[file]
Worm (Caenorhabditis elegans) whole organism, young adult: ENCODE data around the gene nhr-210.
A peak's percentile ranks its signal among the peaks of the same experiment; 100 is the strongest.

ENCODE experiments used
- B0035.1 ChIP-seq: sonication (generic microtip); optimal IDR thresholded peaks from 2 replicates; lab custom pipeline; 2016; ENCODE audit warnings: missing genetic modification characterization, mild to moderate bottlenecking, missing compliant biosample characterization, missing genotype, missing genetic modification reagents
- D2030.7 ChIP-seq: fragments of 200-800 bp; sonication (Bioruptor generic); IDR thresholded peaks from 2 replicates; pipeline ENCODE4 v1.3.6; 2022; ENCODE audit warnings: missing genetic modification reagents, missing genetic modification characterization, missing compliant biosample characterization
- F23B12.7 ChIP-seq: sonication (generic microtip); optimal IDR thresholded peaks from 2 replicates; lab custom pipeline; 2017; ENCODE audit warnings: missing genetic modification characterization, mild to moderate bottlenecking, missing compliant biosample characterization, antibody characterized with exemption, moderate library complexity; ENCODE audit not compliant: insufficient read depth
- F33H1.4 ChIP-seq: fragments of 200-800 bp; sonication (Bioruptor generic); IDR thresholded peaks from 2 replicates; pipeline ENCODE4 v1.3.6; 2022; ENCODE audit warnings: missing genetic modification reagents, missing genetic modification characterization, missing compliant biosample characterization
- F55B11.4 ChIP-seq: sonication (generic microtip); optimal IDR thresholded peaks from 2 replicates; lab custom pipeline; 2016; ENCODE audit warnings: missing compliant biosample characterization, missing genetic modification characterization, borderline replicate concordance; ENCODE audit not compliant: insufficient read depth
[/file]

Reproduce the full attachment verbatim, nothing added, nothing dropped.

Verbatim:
Worm (Caenorhabditis elegans) whole organism, young adult: ENCODE data around the gene nhr-210.
A peak's percentile ranks its signal among the peaks of the same experiment; 100 is the strongest.

ENCODE experiments used
- B0035.1 ChIP-seq: sonication (generic microtip); optimal IDR thresholded peaks from 2 replicates; lab custom pipeline; 2016; ENCODE audit warnings: missing genetic modification characterization, mild to moderate bottlenecking, missing compliant biosample characterization, missing genotype, missing genetic modification reagents
- D2030.7 ChIP-seq: fragments of 200-800 bp; sonication (Bioruptor generic); IDR thresholded peaks from 2 replicates; pipeline ENCODE4 v1.3.6; 2022; ENCODE audit warnings: missing genetic modification reagents, missing genetic modification characterization, missing compliant biosample characterization
- F23B12.7 ChIP-seq: sonication (generic microtip); optimal IDR thresholded peaks from 2 replicates; lab custom pipeline; 2017; ENCODE audit warnings: missing genetic modification characterization, mild to moderate bottlenecking, missing compliant biosample characterization, antibody characterized with exemption, moderate library complexity; ENCODE audit not compliant: insufficient read depth
- F33H1.4 ChIP-seq: fragments of 200-800 bp; sonication (Bioruptor generic); IDR thresholded peaks from 2 replicates; pipeline ENCODE4 v1.3.6; 2022; ENCODE audit warnings: missing genetic modification reagents, missing genetic modification characterization, missing compliant biosample characterization
- F55B11.4 ChIP-seq: sonication (generic microtip); optimal IDR thresholded peaks from 2 replicates; lab custom pipeline; 2016; ENCODE audit warnings: missing compliant biosample characterization, missing genetic modification characterization, borderline replicate concordance; ENCODE audit not compliant: insufficient read depth